The Metamorphosis of Macbeth
Shakespeare’s play, Macbeth demonstrates what can happen when one pursues power at the expense of everything else. The main character, Macbeth begins the play as a strong character that is greatly admired, however as the play progresses, Macbeth's personality and actions become more and more deceitful. Macbeth’s deceit eventually leads to his destruction.
Following the murder of Duncan, Macbeth realizes that the murder has put him into the control of demon forces which are the enemy of mankind. Macbeth recognizes that the conscious acts which torture him essentially reduce him to a human individual. This is the inescapable bond that keeps him ...view middle of the document...
Additionally, it is considered that at this point in the play he is possibly feeling suicidal, this observation is demonstrated by his words:
"if I had died but an hour before this chance, I had liv'd a blessed time"
At this point he feels that his life is very bleak and he is generally feeling very awful and worthless. However, almost immediately after he says this he manages to cover up for the murder of Duncan by lying to Macduff about the killing of the stable boys who he alleged had murdered Duncan:
"those of his chamber, as it seem'd had done't:
their hands and faces were all badg'd with blood;
so were their daggers, which unwiped we found
upon their pillows: they star'd and were distracted;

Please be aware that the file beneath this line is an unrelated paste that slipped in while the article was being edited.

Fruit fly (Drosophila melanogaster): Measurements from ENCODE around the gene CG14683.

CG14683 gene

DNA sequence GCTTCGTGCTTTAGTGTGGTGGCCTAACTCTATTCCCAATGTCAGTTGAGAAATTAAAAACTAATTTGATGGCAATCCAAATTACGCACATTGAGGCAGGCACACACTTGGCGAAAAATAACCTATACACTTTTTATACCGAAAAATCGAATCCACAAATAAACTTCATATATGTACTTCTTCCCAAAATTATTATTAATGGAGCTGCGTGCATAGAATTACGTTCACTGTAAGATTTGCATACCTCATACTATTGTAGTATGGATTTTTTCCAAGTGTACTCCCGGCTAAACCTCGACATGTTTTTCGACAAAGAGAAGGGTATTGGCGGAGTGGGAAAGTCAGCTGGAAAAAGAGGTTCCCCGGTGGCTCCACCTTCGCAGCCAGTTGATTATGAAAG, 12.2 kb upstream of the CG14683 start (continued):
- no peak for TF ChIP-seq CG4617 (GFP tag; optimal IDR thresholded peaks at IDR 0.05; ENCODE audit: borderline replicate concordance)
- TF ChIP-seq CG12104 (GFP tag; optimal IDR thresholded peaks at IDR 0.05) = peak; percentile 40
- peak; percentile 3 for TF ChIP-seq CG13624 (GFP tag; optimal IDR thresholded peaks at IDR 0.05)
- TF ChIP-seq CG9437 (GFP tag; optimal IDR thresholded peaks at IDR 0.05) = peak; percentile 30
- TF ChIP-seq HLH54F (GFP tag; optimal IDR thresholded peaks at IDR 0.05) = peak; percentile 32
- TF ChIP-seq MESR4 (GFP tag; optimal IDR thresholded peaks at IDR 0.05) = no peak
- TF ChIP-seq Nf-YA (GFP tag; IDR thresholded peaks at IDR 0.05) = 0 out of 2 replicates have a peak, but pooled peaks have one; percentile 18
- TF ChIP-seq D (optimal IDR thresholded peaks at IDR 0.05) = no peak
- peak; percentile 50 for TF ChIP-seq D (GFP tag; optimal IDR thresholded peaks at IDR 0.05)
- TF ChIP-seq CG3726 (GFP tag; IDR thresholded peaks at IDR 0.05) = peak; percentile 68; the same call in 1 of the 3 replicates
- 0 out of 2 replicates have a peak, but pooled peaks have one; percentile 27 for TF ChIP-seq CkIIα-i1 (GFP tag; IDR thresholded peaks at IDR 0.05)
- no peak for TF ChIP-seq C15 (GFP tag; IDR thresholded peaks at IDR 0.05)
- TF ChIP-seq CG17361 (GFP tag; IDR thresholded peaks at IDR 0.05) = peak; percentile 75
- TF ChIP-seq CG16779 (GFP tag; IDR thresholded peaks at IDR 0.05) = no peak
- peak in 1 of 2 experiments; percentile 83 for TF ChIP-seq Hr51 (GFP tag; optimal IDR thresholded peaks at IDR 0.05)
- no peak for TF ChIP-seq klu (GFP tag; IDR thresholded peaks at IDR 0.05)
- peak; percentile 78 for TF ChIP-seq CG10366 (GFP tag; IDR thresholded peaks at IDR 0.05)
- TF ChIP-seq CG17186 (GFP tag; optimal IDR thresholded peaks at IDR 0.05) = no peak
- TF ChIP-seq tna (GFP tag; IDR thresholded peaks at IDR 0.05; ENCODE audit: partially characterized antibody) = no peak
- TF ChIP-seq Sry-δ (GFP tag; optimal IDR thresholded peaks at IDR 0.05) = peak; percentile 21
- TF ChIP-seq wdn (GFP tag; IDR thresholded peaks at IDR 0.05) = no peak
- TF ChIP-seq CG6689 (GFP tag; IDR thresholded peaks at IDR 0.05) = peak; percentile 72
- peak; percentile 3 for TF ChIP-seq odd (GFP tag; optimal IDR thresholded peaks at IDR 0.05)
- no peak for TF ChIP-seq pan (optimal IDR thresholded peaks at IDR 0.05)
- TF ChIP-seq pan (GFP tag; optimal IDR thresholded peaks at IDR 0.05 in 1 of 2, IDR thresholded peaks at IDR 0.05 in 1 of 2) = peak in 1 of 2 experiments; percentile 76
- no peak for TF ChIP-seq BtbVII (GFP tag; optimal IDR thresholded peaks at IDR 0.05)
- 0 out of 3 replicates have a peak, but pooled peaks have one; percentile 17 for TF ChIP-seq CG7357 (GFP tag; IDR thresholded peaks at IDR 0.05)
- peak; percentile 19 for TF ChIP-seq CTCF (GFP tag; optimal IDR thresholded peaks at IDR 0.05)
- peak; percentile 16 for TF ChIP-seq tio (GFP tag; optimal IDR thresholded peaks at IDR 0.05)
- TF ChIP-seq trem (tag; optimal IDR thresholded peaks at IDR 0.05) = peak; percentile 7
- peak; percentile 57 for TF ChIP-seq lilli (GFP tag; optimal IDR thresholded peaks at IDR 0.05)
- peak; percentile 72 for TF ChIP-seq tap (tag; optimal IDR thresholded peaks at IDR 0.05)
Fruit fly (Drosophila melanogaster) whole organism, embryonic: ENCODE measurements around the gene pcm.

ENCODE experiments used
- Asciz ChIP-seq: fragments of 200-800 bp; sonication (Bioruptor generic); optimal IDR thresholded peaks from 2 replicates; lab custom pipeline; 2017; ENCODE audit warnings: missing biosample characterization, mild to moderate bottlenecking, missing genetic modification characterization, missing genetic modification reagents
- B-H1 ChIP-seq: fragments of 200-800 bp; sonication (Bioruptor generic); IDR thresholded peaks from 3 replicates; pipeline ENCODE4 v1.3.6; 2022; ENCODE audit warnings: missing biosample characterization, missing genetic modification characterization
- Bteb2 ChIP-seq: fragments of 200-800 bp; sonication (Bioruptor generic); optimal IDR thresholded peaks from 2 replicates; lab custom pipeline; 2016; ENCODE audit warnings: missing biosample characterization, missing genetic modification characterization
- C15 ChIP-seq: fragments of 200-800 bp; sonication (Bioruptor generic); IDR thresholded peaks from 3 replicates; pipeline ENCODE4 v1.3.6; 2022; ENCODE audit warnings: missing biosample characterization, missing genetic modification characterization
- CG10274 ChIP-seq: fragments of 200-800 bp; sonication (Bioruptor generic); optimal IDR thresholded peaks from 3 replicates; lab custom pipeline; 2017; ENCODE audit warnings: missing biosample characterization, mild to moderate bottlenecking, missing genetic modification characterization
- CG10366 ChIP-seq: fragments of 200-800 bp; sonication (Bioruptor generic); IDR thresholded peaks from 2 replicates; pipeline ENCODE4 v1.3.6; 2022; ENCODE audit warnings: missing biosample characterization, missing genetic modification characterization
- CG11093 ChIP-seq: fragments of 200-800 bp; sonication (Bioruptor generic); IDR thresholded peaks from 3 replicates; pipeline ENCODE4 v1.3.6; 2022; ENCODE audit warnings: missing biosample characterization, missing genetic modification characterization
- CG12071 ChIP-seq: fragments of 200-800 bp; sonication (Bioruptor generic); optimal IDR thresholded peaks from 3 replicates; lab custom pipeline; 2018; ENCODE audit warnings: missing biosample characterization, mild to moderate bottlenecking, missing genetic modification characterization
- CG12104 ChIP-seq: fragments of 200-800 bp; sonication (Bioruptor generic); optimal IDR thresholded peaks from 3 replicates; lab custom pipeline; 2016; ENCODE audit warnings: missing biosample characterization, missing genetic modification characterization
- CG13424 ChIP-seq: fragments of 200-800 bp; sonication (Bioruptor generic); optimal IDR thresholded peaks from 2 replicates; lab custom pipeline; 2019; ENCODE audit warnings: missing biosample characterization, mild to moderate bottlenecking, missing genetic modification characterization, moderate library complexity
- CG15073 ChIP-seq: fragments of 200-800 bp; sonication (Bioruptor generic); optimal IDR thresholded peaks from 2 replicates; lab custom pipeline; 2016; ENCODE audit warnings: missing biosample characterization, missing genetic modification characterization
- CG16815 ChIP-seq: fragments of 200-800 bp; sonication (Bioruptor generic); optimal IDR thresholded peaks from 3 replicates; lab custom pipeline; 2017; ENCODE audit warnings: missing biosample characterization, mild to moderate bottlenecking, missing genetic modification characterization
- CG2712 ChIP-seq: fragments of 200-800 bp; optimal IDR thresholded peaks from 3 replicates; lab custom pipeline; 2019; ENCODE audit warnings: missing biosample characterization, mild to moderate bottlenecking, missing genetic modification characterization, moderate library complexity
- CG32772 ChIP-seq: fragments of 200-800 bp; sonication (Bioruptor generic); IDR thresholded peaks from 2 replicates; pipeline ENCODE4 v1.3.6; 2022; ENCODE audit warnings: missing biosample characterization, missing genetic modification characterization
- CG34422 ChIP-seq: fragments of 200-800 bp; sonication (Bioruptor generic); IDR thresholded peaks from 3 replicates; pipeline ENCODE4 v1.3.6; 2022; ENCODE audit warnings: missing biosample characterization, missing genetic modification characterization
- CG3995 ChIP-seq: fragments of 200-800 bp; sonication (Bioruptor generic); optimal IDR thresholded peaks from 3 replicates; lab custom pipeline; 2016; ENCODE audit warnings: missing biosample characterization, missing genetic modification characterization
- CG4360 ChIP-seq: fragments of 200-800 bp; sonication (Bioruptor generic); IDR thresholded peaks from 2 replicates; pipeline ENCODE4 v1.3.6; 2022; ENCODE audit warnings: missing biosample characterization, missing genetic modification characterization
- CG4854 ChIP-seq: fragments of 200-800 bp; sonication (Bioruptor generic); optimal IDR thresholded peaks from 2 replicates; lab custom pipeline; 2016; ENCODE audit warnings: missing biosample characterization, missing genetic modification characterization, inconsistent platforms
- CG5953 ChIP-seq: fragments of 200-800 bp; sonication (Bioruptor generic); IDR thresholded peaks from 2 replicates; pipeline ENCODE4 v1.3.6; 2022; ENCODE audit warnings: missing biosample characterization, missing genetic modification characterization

no man's life was to be trusted with them"
By lying to Macduff it shows that he still wants to fulfill his side of the prophecy by becoming the King of Scotland. This means that Macbeth is no longer so devastated about the killing of the King as was first indicated in the play and demonstrates the alluring sexual power of Lady Macbeth who is ambitious to become the Queen. Macbeth is easily led by his wife, because had she not been there to push him along with the murder then in all probability, Macbeth would not have killed Duncan. His actions also show his greed and ambition by killing someone he apparently dearly loved. By Act 3 Scene 1, Macbeth is becoming more ruthless and determined, in that he is wanting to kill Banquo, as Banquo is the only person who could possibly suspect Macbeth as the killer of Duncan. In my view his actions may point towards Macbeth having an inferiority complex. A fantasy of his is that he is trying to create a safe world for himself whereby he is completely in control of Scotland. His idea is to form an autocracy and to fit that fantasy Macbeth has tried to become more pompous and divine and basically become a better version of Duncan. Duncan's main weakness was that he was too trusting, whereas it can be noticed that Macbeth is not trusting at all, for example, he does not trust the murderers. Macbeth used to be very humble to everybody and that was noted by all around him but later he acts more like a dictator. A quote that exemplifies the above observation is:
"Fleance his son, that keeps him company,
Whose absence is no less material to me
Than is his father's"
He is trying to be ruthless and demonstrate his greatness.
In Act 3, Scene 2, Lady Macbeth's dominance over Macbeth is demonstrated because even though Macbeth likes to think of himself as a great dictator he still succumbs to the power of his wife. Lady Macbeth shows this when she says to the servant:
"Say to the King, I would attend his leisure
For a few words"
This demonstrates that his fantasy of being all great and powerful is untrue, because he still basically prepared to listen to her advice and is not completely dismissive of her opinions. In addition, he is influenced by his wife at the...